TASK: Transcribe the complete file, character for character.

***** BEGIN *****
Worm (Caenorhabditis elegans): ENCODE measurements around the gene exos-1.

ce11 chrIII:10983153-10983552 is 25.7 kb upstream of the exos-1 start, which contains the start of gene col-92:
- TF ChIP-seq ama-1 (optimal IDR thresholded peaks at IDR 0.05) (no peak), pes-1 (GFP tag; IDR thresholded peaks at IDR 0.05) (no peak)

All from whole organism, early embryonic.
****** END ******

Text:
Worm (Caenorhabditis elegans): ENCODE measurements around the gene exos-1.

ce11 chrIII:10983153-10983552 is 25.7 kb upstream of the exos-1 start, which contains the start of gene col-92:
- TF ChIP-seq ama-1 (optimal IDR thresholded peaks at IDR 0.05) (no peak), pes-1 (GFP tag; IDR thresholded peaks at IDR 0.05) (no peak)

All from whole organism, early embryonic.